7 Players To Buy Low In Dynasty (Fantasy Football)

by Sheldon Curtis | @sheldon__curtis | Featured Writer
Apr 8, 2018

Tennessee’s new offensive coordinator is a huge boon to Marcus Mariota’s value

If you’re going to punk everyone in your leagues this year, it’s never too early to start working on your fantasy draft board. The hype season is already starting up, and by the time you draft you should pretty much know who the hot names will be. Once the feeding frenzy is over though, it’s time to roll up your sleeves and find those elusive diamonds. While the NFL Draft can always alter your rankings, here’s an early list of some buy-low targets to stash away.

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Quarterback

Marcus Mariota (TEN)
For those of you disappointed in Mariota last year, Titans GM Jon Robinson whispered, “Hold my beer,” and fired a head coach that not only made the playoffs but won their first game in the postseason. Think about that for a moment. This is one of the boldest tells you will ever see, and there is no doubt in Nashville that this is Mariota’s team and that the organization will do everything they can to further his development.

He already may have the best set of tackles in the league, has two good running backs, a wily veteran at tight end, and the fifth overall pick in last year’s draft at wide receiver. But it gets better.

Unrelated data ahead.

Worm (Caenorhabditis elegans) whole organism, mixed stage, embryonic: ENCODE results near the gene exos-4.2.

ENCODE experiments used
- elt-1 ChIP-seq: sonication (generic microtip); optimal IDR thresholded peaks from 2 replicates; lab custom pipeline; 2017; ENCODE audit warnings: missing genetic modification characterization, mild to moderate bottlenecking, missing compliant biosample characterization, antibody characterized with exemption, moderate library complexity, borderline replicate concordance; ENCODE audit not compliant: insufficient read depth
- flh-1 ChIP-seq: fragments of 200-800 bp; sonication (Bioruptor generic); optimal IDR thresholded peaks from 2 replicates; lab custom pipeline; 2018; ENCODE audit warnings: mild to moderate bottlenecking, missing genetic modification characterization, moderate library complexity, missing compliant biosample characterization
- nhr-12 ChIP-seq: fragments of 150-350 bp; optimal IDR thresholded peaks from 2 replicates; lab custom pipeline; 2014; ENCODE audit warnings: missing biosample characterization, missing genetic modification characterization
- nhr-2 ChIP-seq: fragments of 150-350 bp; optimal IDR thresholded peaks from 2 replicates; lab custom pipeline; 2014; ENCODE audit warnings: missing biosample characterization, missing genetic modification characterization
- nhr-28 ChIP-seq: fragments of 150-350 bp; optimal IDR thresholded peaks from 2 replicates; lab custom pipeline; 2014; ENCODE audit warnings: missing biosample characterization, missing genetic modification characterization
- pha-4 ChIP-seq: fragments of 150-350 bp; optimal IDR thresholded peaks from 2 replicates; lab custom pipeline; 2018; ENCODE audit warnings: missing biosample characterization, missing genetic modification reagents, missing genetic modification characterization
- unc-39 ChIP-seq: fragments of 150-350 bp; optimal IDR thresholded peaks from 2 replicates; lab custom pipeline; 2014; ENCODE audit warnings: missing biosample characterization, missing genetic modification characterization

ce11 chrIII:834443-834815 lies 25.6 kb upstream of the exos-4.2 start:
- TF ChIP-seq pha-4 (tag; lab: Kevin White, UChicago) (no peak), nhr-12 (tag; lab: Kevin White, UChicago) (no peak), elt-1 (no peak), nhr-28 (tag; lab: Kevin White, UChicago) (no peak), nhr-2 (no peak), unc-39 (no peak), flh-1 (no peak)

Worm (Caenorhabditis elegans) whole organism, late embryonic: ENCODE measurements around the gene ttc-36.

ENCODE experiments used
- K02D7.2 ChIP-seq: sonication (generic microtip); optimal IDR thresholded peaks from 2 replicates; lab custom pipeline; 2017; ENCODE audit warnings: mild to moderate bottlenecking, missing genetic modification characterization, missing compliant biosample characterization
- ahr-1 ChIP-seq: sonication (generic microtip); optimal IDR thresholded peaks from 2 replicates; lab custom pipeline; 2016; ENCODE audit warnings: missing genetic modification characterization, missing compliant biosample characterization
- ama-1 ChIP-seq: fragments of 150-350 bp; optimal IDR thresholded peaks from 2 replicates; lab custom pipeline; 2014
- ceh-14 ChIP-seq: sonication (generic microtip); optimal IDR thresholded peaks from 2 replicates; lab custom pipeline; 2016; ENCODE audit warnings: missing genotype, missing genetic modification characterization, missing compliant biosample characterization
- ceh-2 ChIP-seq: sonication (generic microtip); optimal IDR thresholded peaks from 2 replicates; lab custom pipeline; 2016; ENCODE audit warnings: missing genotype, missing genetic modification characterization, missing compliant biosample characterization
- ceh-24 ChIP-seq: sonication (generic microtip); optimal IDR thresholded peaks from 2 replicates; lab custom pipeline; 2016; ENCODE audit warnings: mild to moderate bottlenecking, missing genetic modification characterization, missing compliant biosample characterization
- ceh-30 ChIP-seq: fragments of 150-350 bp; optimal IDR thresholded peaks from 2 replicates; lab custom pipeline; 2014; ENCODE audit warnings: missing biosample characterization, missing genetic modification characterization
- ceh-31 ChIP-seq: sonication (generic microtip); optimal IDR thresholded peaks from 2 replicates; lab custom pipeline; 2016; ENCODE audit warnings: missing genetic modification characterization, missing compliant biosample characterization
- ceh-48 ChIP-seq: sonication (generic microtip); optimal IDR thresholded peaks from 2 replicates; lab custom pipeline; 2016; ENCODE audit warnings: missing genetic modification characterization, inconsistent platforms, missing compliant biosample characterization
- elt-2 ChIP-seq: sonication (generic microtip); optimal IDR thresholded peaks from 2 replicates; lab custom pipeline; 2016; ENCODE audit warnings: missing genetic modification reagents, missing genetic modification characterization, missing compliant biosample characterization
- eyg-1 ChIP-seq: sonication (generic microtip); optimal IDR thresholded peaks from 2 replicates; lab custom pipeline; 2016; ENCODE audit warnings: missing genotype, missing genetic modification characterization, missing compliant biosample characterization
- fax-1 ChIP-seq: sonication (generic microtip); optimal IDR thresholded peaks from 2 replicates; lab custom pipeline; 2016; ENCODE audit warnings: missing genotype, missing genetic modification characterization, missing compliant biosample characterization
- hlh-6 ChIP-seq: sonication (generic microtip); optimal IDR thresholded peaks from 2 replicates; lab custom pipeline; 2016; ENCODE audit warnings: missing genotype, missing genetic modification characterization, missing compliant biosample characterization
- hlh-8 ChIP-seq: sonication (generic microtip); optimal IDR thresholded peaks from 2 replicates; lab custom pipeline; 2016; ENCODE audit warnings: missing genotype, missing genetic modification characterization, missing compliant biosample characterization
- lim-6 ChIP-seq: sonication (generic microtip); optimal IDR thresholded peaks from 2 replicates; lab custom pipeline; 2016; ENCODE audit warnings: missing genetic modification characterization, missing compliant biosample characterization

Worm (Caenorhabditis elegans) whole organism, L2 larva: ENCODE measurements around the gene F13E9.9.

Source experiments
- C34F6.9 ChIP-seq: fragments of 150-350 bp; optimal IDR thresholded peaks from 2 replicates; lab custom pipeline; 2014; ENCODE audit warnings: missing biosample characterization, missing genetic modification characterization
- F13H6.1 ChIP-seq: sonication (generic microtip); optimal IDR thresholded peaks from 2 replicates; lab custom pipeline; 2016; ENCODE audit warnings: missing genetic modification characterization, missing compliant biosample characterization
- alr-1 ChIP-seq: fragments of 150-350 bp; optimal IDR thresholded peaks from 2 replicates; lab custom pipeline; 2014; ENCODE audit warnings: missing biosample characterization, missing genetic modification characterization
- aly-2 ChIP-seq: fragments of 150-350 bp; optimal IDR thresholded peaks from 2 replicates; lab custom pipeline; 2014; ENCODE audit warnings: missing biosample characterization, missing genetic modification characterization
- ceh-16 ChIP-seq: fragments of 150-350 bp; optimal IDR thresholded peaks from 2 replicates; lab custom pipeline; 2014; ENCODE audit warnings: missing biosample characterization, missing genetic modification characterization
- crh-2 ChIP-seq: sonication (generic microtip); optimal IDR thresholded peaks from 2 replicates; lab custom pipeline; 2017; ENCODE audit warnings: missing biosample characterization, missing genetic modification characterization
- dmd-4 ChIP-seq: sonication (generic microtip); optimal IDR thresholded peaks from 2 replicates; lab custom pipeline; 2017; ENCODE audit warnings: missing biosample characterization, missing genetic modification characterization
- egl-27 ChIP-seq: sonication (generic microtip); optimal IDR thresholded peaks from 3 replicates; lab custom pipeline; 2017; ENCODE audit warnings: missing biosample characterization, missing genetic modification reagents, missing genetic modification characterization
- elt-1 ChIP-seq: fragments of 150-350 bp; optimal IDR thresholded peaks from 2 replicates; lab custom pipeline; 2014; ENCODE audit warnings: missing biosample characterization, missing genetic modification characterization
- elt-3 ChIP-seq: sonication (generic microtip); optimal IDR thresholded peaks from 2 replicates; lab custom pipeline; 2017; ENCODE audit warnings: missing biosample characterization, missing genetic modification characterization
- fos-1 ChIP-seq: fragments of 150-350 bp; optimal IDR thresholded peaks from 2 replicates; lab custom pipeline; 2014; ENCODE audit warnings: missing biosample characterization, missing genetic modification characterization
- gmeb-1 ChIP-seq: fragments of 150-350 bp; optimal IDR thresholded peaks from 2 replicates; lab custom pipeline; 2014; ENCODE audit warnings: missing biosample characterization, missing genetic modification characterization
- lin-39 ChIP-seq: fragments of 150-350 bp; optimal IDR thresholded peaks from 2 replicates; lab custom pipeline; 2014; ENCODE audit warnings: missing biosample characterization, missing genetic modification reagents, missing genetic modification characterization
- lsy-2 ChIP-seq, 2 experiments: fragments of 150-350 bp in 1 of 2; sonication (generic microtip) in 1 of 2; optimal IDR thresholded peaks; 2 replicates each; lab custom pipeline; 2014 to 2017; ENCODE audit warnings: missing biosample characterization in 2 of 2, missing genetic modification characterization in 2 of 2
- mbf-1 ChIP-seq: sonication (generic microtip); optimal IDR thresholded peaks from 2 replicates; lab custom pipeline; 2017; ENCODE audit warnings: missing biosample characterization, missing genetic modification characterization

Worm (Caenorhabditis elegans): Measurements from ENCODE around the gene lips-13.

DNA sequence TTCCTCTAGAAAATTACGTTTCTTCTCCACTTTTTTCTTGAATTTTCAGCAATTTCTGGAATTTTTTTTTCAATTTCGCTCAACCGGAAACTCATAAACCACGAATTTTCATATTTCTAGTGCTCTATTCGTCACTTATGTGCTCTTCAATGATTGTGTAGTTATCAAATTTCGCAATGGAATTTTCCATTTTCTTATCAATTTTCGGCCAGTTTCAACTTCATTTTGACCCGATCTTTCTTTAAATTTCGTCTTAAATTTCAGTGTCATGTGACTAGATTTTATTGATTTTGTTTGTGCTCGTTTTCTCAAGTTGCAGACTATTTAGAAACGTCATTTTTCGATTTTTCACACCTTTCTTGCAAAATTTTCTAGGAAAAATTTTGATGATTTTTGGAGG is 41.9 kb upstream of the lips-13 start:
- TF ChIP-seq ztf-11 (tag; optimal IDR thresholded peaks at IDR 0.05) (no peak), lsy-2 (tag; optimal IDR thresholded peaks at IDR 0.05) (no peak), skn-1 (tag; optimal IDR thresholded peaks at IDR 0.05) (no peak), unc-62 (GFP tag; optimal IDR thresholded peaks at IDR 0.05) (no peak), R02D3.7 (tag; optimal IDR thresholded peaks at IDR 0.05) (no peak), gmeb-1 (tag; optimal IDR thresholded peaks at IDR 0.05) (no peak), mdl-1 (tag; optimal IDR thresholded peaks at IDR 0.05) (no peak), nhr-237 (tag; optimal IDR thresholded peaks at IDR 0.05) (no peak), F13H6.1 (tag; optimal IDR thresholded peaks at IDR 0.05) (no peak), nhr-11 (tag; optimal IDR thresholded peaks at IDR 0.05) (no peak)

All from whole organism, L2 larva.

Matt LaFleur is the new offensive coordinator and is viewed as a rising star in this league. He has been on the coaching staff when Jared Goff, Matt Ryan, Robert Griffin III, and Matt Schaub all enjoyed their best seasons. I should also mention that Mariota himself has displayed all the skill needed (at times) to be a franchise quarterback. I would not be shocked to see a Rams 2.0 type of season in Tennessee this year.

Mitchell Trubisky (CHI)
I’ll admit this is a trendy choice right now, but I filed his name away last year after watching a few of his games. This guy also has some impressive tools and played pretty well considering the talent around him (it was cool how the Bears got people to come out of the stands and play wide receiver for them at times). While any production from Kevin White would be a bonus at this point, it’s pretty clear the Bears are following a similar script as the Titans.